“And those who possess wealth within it there is a recognized ḥaqq (right), a [right] for the needy who asks, and for the downtrodden” (70:24-25)

The very existence of needy and the downtrodden informs us that, those with wealth are not giving the ḥaqq to their rightful owners. Nevertheless, the question thus arises here, what percentage of our wealth is this ḥaqq? How much must be given away, and the Almighty responds:

وَيَسۡـَٔلُونَكَ مَاذَا يُنفِقُونَ قُلِ ٱلۡعَفۡوَ‌ۗ
And they ask you [O Muhammad (s)] what they ought to spend [in the way of Allah]. Say: “That which is beyond your needs.” (2:219)

Meaning, that after we account for the needs of our household, whatever is superfluous we return to the Almighty, hence this ḥaqq is actually from the rights of God (Ḥuqūq Allah). It is thus completely antithetical to the spirit of Islam for one to hoard their wealth, yet we live in a society where millions starve, whilst individuals possess billions. If Islamic economic philosophy were to be considered anything, it would most definitely be militantly against this perversion.

God’s ḥaqq is our fulfilling of the needs of the impoverished, of the suffering; it is our personal [and societal] responsibility to answer to the Ḥuqūq Allah (rights of God), by tending to the poor. If Ḥuqūq Allah belongs to the impoverished, to the suffering, then we can say that this poverty this suffering in this world in itself is a divine manifestation, when we see the hands out-stretch on the streets of Manhattan, when we see pictures of starving emaciated children in Yemen, when we see the refugees crossing the Mediterranean, we should understand this as the Almighty Himself demanding His rights; and we must not deny the Almighty.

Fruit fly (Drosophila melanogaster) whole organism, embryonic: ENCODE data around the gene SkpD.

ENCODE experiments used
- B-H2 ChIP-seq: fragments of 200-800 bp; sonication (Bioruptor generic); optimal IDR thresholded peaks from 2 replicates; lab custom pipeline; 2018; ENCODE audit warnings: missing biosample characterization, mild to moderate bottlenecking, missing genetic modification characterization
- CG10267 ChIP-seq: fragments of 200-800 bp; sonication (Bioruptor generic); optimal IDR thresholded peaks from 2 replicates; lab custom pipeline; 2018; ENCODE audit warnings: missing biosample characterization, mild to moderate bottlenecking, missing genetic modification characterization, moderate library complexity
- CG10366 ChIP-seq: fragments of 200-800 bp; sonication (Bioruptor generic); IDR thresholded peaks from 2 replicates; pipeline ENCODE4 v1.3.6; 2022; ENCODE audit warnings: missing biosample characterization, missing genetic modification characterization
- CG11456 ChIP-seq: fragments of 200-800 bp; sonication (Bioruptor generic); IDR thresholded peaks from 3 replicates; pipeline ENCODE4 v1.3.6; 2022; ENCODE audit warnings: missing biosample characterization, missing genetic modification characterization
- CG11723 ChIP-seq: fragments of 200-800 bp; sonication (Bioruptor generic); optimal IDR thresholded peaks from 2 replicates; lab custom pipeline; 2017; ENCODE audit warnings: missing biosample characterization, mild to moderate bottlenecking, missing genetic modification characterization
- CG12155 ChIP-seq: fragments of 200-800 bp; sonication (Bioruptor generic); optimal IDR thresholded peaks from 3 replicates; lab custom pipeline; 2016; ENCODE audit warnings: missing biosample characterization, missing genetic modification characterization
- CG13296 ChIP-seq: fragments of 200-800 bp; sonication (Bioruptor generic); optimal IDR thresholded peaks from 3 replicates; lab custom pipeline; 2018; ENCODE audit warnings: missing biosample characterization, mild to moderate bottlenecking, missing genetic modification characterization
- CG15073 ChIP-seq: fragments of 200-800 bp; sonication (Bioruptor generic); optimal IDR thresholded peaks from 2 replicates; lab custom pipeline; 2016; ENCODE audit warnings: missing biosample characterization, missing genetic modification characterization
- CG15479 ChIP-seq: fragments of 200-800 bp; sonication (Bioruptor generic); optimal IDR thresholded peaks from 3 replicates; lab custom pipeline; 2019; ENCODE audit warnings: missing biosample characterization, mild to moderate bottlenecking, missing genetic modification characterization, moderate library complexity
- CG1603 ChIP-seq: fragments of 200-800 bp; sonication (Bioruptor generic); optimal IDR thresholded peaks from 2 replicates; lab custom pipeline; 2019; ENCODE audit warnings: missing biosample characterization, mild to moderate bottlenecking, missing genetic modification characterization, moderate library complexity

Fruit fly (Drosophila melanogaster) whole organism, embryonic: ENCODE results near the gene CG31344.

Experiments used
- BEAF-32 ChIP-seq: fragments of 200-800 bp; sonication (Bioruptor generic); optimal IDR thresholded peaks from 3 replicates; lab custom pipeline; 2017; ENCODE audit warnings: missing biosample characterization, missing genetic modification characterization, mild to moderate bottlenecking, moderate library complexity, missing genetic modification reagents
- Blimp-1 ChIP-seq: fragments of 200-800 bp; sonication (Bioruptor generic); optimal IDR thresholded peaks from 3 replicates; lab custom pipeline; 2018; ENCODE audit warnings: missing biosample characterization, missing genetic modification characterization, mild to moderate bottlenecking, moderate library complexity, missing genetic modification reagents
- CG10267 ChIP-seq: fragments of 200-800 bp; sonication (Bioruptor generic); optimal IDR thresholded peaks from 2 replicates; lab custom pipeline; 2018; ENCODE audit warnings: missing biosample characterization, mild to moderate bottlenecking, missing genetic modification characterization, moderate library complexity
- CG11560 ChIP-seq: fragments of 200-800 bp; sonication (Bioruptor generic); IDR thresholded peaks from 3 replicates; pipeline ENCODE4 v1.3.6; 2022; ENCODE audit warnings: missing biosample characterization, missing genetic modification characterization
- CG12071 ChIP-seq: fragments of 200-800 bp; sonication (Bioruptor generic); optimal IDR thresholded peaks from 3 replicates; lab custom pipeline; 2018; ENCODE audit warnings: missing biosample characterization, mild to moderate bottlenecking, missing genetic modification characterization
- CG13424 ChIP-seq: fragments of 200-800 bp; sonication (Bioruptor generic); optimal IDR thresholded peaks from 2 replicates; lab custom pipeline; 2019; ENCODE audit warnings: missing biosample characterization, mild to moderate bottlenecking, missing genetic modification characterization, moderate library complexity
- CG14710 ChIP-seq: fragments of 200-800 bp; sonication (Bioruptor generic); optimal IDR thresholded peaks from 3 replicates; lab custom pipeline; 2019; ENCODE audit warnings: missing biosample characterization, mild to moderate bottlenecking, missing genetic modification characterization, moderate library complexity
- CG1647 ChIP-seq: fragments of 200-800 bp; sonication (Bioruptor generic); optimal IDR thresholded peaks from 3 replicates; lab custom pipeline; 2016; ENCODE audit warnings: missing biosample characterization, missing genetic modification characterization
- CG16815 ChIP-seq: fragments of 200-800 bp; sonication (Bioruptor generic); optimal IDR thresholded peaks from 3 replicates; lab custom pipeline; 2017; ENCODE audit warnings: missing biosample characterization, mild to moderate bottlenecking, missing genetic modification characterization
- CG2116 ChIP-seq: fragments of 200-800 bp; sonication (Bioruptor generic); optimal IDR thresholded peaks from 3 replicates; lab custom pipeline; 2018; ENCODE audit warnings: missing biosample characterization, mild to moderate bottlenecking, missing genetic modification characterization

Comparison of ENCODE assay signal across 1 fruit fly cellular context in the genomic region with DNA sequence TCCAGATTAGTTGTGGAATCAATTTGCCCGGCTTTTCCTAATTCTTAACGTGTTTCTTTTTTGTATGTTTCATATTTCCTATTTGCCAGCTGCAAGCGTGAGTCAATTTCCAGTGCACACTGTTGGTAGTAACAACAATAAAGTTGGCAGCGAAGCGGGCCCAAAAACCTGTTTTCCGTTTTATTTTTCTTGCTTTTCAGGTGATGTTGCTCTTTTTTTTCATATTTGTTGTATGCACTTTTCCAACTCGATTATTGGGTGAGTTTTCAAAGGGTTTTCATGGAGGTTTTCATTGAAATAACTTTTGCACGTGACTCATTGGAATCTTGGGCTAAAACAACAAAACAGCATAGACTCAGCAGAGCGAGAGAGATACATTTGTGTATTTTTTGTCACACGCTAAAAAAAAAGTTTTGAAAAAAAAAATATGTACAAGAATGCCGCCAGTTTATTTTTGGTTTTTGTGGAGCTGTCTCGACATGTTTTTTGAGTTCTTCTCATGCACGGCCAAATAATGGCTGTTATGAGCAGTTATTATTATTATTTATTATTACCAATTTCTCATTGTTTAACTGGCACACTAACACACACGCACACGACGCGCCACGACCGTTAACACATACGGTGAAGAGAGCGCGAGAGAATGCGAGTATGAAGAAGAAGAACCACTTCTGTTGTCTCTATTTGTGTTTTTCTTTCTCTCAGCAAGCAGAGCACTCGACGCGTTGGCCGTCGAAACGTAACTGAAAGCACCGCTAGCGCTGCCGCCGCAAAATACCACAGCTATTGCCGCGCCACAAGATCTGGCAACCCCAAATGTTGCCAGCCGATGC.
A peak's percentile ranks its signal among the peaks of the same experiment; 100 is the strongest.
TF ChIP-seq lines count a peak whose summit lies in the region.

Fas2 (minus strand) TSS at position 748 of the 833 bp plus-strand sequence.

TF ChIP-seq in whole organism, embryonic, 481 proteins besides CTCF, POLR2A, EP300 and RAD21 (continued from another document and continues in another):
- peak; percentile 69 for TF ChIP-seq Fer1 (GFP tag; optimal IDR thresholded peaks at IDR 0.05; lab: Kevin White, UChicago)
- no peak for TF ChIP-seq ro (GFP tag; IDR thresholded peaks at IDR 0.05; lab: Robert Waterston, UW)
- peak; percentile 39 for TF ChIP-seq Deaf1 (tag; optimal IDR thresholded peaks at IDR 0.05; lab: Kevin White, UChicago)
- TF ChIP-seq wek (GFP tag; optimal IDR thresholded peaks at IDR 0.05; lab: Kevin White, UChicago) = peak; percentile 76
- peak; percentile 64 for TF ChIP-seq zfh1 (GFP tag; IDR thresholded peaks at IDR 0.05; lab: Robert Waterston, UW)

Please also read:

Young Muslims Need to be Radical, Capitalism is Jāhilīyyah!

https://ahlulbaytblog.com/2018/02/25/young-muslims-need-to-be-radical-capitalism-is-jahiliyah/

2 thoughts on “Economic Justice in the Qur’an; Our Personal Responsibility

  1. Salam Alikum,

    We see in the muslim states similar or a greater divides as the chances of moving out of one’s socio-economic classes are typically low.

    Isn’t this a greed above morality balance. There are (mb)iollionares with a moral compass, but we tend to focus on those who are the most corrupt and possibly most prolific.

    The lack of social good provided by most shia organizations in the USA is appalling but understood once we look at local leadership, funding and vision. Sad but true I find Sunnis to be way more engaged publically and on the local charitable and justice fronts.